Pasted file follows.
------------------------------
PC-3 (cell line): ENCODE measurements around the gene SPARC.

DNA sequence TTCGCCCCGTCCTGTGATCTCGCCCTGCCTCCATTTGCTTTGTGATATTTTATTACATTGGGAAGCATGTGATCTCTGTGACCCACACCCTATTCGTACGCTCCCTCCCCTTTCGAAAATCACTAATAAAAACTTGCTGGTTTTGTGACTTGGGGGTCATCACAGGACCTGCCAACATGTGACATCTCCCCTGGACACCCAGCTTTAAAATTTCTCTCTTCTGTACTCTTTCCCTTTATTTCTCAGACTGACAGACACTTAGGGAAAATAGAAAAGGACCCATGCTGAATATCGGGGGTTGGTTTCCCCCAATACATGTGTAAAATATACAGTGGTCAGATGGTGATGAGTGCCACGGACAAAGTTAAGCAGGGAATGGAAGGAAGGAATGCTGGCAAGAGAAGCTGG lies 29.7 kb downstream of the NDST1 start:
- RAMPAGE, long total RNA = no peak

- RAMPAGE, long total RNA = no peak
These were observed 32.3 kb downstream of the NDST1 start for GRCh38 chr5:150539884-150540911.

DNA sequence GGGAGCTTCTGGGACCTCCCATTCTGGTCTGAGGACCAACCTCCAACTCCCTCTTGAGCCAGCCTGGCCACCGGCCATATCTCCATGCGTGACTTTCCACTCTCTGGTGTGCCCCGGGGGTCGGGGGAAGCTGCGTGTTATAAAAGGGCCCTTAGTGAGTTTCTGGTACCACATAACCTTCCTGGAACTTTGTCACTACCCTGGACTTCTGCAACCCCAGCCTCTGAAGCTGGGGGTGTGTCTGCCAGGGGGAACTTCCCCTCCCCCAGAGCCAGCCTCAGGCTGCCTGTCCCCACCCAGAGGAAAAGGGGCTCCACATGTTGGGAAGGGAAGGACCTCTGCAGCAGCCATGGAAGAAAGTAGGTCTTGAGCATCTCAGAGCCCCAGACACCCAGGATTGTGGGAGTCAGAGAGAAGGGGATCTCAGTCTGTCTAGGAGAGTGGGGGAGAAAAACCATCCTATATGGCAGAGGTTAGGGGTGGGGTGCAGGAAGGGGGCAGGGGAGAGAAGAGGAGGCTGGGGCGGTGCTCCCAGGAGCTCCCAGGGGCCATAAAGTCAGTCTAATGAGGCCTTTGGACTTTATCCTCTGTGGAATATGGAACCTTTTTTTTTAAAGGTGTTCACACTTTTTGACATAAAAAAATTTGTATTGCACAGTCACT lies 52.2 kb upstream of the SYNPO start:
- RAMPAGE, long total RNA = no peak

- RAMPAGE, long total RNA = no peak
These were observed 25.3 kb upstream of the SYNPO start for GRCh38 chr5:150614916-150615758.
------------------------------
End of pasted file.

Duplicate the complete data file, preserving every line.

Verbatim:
PC-3 (cell line): ENCODE measurements around the gene SPARC.

DNA sequence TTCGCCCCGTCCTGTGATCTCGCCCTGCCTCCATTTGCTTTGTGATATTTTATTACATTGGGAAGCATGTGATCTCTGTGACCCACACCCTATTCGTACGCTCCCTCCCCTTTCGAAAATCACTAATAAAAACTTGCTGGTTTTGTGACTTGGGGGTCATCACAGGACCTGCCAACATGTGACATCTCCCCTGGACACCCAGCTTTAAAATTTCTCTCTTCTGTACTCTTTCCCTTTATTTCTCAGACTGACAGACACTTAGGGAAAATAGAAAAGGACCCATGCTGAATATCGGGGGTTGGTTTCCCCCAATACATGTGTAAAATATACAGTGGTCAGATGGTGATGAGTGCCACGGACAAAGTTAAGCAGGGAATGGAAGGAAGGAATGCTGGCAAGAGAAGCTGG lies 29.7 kb downstream of the NDST1 start:
- RAMPAGE, long total RNA = no peak

- RAMPAGE, long total RNA = no peak
These were observed 32.3 kb downstream of the NDST1 start for GRCh38 chr5:150539884-150540911.

DNA sequence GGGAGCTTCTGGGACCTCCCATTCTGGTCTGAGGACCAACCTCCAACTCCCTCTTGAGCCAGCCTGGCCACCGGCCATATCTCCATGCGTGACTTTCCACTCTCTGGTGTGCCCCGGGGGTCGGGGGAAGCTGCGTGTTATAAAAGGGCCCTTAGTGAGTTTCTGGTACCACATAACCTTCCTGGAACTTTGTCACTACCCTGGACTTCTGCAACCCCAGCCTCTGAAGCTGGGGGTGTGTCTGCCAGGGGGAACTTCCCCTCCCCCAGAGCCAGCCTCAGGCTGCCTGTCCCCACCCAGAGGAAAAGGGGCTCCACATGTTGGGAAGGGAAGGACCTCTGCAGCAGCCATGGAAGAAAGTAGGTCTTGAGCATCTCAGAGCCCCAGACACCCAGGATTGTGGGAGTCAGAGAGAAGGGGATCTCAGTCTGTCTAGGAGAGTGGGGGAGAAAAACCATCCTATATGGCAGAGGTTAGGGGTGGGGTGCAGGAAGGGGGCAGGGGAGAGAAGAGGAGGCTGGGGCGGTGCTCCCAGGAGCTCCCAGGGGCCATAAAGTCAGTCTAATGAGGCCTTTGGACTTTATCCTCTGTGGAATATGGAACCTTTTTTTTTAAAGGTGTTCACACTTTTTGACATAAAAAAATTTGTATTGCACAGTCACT lies 52.2 kb upstream of the SYNPO start:
- RAMPAGE, long total RNA = no peak

- RAMPAGE, long total RNA = no peak
These were observed 25.3 kb upstream of the SYNPO start for GRCh38 chr5:150614916-150615758.